Horse Side Vet Guide ®

Equine Health Resource

Hip (Pelvis) Shape or Height Asymmetry Viewed from Behind

Code Orange - Call Your Vet at Their First Available Office Hours

Code Yellow - Contact Your Vet at Your Convenience for an Appointment

Code Orange - Call Your Vet at Their First Available Office Hours

  • If you notice any lameness or have any other concern.

Code Yellow - Contact Your Vet at Your Convenience for an Appointment

  • If you do not notice lameness or pain, only a swelling.
  • If you are considering purchase, be sure to have a purchase exam performed.

In some horses, the bony landmarks of the hip differ in height or appearance between the left and right sides. Because of the shape and interconnectedness of the different parts of the pelvis, a fracture or other injury may change position of multiple landmarks.

Trauma to the most forward bony bump of the hip bone (tuber coxae) is quite common, resulting in so called “knocked down hip”. This injury is often sustained from a fall onto the side, or by hitting the area on a gate or stall door. Non-painful asymmetry usually results from an old injury. There is often no current lameness or gait deficit. However, more recent or serious injuries of the pelvis can result in both asymmetry and lameness.

As mentioned in the “Hunter Bump” record, you may also see and feel asymmetry of the tuber sacrale at the top of the hip that can result from strain of the sacro-iliac joint.


Recognize that asymmetry of the pelvis may or may not cause problems for a horse. The most important factors include the particular structures injured and how recently the injury occurred.

Assess lameness at the walk and trot, paying attention to how the horse tracks- the movement of the limbs and feet. Does one limb seem to step shorter than the other?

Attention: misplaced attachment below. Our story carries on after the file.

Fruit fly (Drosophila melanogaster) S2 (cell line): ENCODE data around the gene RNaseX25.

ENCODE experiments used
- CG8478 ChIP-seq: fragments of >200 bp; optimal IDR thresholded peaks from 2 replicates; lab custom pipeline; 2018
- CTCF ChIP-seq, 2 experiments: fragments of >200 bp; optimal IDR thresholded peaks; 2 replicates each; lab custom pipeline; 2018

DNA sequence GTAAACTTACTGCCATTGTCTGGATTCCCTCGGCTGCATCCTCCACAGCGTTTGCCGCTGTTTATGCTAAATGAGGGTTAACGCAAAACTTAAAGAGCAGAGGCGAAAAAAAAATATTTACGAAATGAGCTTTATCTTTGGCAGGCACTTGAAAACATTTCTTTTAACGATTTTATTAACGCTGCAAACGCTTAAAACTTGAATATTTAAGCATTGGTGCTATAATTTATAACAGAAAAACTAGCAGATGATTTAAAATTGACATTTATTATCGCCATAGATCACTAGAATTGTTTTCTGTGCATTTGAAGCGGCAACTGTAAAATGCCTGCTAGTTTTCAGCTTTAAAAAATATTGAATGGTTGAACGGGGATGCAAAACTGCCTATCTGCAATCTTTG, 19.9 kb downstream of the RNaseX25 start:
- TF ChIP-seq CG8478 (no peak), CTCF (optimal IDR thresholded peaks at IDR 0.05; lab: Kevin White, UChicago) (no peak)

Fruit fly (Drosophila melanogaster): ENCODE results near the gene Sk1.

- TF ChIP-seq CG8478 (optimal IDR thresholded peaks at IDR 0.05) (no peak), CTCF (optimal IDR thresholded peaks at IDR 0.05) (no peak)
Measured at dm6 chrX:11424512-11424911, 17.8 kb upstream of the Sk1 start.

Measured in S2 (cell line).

It is important to be able to evaluate the symmetry of anatomic landmarks on the left and right of your horse. Keep in mind that it is very easy to falsely identify abnormalities. Be sure to stand the horse on an even and level surface. I am best able to assess symmetry between the two sides of the pelvis by standing behind the horse and palpating the anatomic landmarks of the pelvis with each hand simultaneously. I don’t recommend this though because it may not be safe in some horses.

Press on the regions as you go to see if you notice swelling, heat or a a pain response. Share your findings and concerns with your vet.


Your vet will perform a lameness exam, along with a careful assessment of the pelvis, to determine whether any asymmetry here is of consequence to movement and performance. Beyond physical exam, there are a variety of other diagnostics that aid in evaluating injuries to the pelvis.

What Not To Do

Do not stand behind your horse and assess structural symmetry by feel unless you have the confidence and relationship with your horse to feel safe doing it.

Do not purchase a horse with obvious pelvic asymmetry without full evaluation by your vet.

Author: Doug Thal DVM Dipl. ABVP


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